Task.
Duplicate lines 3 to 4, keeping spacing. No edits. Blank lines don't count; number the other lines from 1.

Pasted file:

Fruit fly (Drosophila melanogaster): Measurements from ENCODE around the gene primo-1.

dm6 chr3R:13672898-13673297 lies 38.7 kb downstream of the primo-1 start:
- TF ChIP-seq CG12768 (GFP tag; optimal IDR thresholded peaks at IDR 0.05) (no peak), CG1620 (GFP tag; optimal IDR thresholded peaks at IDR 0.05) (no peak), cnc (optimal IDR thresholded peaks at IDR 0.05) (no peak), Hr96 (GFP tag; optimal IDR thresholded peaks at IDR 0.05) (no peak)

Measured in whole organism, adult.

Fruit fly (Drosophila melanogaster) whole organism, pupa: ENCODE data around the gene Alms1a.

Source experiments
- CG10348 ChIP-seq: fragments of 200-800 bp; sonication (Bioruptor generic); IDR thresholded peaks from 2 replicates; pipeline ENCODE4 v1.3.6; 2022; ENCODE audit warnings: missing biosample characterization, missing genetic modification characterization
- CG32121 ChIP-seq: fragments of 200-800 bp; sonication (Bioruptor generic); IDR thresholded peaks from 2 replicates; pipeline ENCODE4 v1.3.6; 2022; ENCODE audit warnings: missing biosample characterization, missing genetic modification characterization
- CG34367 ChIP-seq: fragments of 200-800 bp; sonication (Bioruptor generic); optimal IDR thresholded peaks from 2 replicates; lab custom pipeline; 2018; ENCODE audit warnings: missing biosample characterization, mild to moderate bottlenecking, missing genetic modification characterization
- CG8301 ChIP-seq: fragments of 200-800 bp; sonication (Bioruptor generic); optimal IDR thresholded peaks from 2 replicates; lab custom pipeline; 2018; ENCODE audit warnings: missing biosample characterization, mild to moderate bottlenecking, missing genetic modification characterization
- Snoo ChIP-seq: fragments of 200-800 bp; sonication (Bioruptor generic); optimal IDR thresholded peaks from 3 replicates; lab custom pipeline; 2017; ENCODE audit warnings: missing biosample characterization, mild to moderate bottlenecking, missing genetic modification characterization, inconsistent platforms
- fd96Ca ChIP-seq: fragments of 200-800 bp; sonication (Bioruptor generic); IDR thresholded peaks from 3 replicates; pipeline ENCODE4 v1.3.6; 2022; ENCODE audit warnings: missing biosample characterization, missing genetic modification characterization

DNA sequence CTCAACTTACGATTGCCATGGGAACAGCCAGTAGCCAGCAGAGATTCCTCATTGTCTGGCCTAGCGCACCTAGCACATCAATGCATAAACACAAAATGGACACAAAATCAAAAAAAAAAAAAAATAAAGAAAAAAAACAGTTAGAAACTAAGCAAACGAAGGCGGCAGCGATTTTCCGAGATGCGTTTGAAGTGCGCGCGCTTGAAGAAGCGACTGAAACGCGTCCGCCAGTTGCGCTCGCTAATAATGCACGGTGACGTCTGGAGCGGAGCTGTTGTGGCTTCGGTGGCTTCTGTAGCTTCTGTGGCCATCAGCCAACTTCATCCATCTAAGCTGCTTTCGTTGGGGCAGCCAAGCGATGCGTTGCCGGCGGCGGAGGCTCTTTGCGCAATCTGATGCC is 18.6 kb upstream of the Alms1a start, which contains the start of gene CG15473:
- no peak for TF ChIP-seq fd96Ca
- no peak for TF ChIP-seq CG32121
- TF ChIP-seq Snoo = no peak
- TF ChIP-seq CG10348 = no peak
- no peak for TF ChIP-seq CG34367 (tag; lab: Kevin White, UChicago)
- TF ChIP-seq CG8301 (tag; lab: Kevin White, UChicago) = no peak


- TF ChIP-seq CG12768 (GFP tag; optimal IDR thresholded peaks at IDR 0.05) (no peak), CG1620 (GFP tag; optimal IDR thresholded peaks at IDR 0.05) (no peak), cnc (optimal IDR thresholded peaks at IDR 0.05) (no peak), Hr96 (GFP tag; optimal IDR thresholded peaks at IDR 0.05) (no peak)

Measured in whole organism, adult.